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Unformatted text preview: Lecture 2 Kinematics 1 Review from Last Time • Vector Manipulation – Important point: the magnitude of the difference between two vectors is not equal to the difference of their magnitudes!!! (Section III on Vector Worksheet). – Example: Two people push on the desk from opposite sides. If we want to know how the desk moves under the net force acting on it, we need to add the forces. But force is a vector and includes direction! If each person exerts a force of magnitude 5N, but they push in opposite directions, obviously the desk won’t accelerate. This is because if we add the two vectors , the magnitude of the sum of the two forces is zero. Conceptually, it’s obvious that the desk won’t accelerate, but vectors allow us to keep track of direction (which is clearly important) and get the right answer mathematically. This will help us solve problems that are more complicated and not quite so obvious as this example! 2 Kinematic Definitions A few final preliminaries....you’ve all been introduced to concepts like velocity and acceleration before (either in a physics class or just everyday life). We have very precise definitions of these in physics that are important (and somewhat suprisingly subtle). In order to describe the motion of an object, we need to be clear on these definitions. That’s the basic idea of kinematics- a mathematical description of an object’s motion. A bunch of people thought the relation between displacement, velocity, and acceleration was interesting. So, I’ll define them here again using vectors so you can get comfy with notation. I’ll also point out what I think is interesting! 2.1 Displacement • We describe the position of an object by a single point. Of course, an object like a car or a person is not a single point! But, we describe their position that way anyway. We might think of representing the position of the car by the location of its center, for example. (DRAW person with pt at center) • the position vector of an object, vector r , has a length (magnitude) equal to the distance of the object from the origin, and it points from the origin to the object. Thus the position vector depend on the choice of coordinate system!...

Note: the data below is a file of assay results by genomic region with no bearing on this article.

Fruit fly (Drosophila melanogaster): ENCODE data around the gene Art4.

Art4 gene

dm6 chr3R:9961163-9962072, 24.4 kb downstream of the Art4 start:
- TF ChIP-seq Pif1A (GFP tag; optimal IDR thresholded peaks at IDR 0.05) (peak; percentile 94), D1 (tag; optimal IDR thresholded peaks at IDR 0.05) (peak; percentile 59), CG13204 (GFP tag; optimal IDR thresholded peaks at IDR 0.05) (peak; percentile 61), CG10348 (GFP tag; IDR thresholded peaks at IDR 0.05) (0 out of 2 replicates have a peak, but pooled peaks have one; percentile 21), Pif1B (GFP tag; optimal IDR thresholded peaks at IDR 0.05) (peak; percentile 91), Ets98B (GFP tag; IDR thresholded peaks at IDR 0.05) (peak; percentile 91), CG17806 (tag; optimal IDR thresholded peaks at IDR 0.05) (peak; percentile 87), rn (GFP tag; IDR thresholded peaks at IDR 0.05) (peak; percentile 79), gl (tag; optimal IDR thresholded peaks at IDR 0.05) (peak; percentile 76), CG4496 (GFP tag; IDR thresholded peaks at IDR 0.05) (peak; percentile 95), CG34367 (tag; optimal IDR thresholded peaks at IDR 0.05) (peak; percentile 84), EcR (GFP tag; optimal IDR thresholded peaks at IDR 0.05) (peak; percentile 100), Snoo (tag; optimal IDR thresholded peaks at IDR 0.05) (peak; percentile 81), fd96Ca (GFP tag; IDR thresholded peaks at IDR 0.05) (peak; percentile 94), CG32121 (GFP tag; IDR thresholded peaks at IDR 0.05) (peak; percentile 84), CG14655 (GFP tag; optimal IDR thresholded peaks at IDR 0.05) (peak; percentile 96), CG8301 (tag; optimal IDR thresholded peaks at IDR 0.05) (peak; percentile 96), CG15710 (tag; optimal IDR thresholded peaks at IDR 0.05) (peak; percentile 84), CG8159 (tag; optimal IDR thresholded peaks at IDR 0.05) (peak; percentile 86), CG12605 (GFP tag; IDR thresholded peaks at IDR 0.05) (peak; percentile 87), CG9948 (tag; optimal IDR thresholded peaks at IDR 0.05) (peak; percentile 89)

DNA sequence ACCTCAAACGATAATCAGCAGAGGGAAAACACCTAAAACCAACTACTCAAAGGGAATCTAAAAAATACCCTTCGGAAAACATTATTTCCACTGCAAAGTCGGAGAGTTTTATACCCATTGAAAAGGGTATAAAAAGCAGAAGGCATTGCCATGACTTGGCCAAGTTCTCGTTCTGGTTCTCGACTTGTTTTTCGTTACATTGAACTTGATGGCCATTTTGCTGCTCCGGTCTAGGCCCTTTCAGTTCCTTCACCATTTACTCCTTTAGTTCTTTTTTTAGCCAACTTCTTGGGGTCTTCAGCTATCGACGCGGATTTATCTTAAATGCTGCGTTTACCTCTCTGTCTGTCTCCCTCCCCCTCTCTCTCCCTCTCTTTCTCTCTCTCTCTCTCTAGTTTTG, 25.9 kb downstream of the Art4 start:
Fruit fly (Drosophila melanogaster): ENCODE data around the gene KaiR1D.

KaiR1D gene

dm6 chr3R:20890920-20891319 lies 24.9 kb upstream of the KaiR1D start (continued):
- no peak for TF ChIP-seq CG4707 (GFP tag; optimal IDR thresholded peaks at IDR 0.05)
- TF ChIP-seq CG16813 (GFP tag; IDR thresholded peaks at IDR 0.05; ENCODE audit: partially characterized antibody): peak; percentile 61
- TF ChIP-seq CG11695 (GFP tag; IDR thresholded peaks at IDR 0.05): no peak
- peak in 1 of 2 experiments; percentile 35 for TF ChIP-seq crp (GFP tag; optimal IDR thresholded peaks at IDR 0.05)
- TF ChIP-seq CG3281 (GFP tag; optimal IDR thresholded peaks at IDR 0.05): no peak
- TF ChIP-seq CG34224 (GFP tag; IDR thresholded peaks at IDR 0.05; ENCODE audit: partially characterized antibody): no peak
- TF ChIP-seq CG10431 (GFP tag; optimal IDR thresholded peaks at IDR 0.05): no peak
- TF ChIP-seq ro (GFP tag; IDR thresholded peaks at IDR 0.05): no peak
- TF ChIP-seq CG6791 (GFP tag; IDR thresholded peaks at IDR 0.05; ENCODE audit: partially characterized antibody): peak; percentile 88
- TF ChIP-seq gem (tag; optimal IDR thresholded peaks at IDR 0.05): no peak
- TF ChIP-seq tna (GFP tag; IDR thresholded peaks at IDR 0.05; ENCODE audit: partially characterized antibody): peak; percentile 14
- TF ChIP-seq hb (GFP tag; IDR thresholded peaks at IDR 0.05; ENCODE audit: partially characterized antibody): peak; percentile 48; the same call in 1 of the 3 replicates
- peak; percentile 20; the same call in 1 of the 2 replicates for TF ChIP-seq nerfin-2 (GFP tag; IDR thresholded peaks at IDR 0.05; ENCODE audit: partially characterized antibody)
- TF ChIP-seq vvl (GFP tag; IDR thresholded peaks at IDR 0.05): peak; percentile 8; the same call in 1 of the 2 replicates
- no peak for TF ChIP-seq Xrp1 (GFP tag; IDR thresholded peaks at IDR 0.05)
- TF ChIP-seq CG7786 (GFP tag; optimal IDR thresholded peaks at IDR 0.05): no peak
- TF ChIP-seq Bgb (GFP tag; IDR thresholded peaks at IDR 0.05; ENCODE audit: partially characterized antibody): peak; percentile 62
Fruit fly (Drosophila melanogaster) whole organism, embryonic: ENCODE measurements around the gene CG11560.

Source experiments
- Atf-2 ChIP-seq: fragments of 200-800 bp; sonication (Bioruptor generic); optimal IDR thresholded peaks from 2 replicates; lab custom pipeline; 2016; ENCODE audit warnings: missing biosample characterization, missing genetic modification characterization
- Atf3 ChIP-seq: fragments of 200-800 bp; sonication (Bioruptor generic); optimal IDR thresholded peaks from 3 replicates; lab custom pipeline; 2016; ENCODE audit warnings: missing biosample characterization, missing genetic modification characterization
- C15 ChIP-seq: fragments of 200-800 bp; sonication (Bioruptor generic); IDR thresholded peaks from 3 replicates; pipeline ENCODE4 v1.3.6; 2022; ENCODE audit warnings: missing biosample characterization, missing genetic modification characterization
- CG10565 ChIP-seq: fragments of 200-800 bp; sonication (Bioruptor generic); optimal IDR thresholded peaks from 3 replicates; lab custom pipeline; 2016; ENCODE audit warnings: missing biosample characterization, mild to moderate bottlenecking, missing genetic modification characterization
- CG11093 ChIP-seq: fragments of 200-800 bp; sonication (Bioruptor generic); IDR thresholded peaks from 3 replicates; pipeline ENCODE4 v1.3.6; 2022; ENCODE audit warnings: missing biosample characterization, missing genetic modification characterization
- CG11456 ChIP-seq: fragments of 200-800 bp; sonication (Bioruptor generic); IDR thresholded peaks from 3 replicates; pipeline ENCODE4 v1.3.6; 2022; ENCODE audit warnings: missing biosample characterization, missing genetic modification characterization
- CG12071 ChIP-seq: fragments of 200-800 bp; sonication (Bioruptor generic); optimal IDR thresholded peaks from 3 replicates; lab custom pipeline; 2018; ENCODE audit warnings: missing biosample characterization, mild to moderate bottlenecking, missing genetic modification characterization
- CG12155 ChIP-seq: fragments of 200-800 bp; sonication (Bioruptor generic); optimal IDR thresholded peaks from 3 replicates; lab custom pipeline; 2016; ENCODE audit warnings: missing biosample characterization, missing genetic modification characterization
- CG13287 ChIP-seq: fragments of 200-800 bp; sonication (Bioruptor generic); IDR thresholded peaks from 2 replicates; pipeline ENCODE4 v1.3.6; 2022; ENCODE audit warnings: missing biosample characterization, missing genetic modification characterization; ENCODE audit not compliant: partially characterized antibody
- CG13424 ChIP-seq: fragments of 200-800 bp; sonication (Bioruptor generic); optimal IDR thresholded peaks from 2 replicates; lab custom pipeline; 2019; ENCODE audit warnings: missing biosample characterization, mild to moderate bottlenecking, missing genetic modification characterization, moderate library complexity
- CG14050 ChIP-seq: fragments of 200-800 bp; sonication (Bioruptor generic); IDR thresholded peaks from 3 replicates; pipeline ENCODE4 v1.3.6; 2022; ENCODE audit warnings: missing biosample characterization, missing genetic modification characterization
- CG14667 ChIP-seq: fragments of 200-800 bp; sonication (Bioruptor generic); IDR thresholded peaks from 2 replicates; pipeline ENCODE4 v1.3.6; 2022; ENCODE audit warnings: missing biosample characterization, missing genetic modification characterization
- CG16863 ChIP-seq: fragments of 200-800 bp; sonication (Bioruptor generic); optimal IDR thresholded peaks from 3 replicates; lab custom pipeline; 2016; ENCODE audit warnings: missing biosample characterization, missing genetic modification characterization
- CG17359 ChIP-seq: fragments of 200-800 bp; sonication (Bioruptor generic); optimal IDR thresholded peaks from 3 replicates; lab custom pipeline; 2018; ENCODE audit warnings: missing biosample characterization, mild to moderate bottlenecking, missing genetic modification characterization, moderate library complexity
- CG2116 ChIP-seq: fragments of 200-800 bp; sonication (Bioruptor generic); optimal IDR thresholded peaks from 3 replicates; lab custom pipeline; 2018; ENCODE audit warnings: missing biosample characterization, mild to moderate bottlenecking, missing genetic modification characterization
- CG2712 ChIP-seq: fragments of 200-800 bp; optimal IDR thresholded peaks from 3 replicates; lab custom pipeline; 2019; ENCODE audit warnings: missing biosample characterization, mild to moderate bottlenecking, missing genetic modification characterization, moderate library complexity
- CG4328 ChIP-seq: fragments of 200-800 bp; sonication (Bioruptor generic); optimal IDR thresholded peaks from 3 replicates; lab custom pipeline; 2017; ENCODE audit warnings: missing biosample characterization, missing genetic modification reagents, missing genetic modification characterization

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This note was uploaded on 05/01/2008 for the course PHYS 13 taught by Professor Millan during the Spring '08 term at Dartmouth.
- Spring '08